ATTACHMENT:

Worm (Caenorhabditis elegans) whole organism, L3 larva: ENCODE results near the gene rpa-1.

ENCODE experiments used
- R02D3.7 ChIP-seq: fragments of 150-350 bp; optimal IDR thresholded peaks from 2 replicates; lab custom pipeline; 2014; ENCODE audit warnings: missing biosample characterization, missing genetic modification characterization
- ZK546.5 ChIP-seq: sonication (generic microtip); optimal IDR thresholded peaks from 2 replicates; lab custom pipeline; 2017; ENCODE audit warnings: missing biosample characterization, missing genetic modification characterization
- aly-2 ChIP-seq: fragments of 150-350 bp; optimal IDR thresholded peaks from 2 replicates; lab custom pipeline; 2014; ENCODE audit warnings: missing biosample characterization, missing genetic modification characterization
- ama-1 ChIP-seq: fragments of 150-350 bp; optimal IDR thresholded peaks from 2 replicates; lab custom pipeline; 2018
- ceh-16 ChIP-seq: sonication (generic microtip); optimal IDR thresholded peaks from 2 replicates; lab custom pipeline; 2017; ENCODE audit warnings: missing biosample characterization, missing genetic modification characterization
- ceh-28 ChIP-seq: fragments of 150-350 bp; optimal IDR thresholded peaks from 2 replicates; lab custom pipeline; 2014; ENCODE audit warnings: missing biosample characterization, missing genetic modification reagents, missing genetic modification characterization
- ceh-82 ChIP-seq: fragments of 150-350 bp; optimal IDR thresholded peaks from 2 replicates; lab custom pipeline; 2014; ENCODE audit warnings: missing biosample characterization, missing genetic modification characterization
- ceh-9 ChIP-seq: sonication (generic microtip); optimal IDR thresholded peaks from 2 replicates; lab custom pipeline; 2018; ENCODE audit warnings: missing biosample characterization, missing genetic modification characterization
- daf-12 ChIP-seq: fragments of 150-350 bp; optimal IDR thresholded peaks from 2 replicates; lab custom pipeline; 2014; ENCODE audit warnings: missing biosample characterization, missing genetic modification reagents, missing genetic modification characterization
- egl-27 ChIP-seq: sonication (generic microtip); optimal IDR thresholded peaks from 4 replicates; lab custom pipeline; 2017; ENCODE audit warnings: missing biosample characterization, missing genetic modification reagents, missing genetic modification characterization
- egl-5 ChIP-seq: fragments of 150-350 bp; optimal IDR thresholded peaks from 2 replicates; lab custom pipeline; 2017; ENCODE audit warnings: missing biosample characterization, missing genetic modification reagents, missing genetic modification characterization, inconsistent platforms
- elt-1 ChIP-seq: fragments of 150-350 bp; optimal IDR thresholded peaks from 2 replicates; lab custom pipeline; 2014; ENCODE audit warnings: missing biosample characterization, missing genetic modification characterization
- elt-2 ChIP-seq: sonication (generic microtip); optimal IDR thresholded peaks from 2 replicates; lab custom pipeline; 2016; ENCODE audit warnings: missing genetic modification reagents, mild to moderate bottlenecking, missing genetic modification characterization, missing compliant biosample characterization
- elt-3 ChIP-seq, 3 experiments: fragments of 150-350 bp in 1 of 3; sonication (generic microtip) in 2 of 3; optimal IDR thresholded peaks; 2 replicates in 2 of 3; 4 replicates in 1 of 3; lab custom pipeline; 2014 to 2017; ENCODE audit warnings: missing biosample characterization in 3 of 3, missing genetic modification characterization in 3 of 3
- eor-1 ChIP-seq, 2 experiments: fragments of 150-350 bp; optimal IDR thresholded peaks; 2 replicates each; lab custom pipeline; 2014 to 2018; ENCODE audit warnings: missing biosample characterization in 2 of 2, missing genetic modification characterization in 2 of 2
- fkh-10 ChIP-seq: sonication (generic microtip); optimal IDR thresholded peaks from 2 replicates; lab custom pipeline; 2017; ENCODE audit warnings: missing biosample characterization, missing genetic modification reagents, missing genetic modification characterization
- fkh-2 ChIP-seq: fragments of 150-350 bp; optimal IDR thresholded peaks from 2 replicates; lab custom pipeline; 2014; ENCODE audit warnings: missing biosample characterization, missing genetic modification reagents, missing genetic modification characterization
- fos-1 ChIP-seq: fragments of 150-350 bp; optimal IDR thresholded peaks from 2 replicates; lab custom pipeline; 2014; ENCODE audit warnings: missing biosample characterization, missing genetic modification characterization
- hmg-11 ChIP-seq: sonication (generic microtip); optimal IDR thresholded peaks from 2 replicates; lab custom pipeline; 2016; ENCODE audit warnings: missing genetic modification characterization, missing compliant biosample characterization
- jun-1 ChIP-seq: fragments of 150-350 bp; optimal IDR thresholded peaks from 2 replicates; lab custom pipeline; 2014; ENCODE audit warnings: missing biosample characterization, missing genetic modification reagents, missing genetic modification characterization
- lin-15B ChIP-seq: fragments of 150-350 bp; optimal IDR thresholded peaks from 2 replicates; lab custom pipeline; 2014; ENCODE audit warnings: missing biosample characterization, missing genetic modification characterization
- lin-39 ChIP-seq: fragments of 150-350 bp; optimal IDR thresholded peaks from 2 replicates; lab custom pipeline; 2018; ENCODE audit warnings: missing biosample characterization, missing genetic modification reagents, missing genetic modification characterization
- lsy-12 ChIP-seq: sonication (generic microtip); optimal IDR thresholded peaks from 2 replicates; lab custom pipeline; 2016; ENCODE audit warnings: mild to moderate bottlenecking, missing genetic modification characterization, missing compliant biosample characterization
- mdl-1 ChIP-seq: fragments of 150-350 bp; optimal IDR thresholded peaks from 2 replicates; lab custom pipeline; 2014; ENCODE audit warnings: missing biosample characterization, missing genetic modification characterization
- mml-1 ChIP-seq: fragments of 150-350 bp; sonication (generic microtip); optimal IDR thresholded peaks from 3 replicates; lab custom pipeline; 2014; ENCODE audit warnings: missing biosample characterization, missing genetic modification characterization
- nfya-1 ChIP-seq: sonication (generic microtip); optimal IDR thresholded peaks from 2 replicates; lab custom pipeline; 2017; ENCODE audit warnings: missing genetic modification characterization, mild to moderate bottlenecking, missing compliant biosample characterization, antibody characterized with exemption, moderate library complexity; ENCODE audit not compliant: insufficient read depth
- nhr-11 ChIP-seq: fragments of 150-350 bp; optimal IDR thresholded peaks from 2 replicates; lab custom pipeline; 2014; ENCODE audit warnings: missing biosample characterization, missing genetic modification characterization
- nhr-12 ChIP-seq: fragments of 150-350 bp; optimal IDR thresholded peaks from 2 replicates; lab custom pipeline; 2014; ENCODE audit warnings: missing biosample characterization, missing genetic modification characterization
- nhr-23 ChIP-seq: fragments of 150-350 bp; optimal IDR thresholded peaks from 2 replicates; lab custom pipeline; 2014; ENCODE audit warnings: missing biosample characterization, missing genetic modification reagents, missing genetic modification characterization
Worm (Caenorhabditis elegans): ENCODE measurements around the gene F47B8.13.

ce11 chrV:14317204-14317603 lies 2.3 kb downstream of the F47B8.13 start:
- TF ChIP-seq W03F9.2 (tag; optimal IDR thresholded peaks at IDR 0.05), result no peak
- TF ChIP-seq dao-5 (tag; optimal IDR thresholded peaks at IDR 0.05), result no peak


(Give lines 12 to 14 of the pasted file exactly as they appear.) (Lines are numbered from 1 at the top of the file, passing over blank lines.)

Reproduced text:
- egl-27 ChIP-seq: sonication (generic microtip); optimal IDR thresholded peaks from 4 replicates; lab custom pipeline; 2017; ENCODE audit warnings: missing biosample characterization, missing genetic modification reagents, missing genetic modification characterization
- egl-5 ChIP-seq: fragments of 150-350 bp; optimal IDR thresholded peaks from 2 replicates; lab custom pipeline; 2017; ENCODE audit warnings: missing biosample characterization, missing genetic modification reagents, missing genetic modification characterization, inconsistent platforms
- elt-1 ChIP-seq: fragments of 150-350 bp; optimal IDR thresholded peaks from 2 replicates; lab custom pipeline; 2014; ENCODE audit warnings: missing biosample characterization, missing genetic modification characterization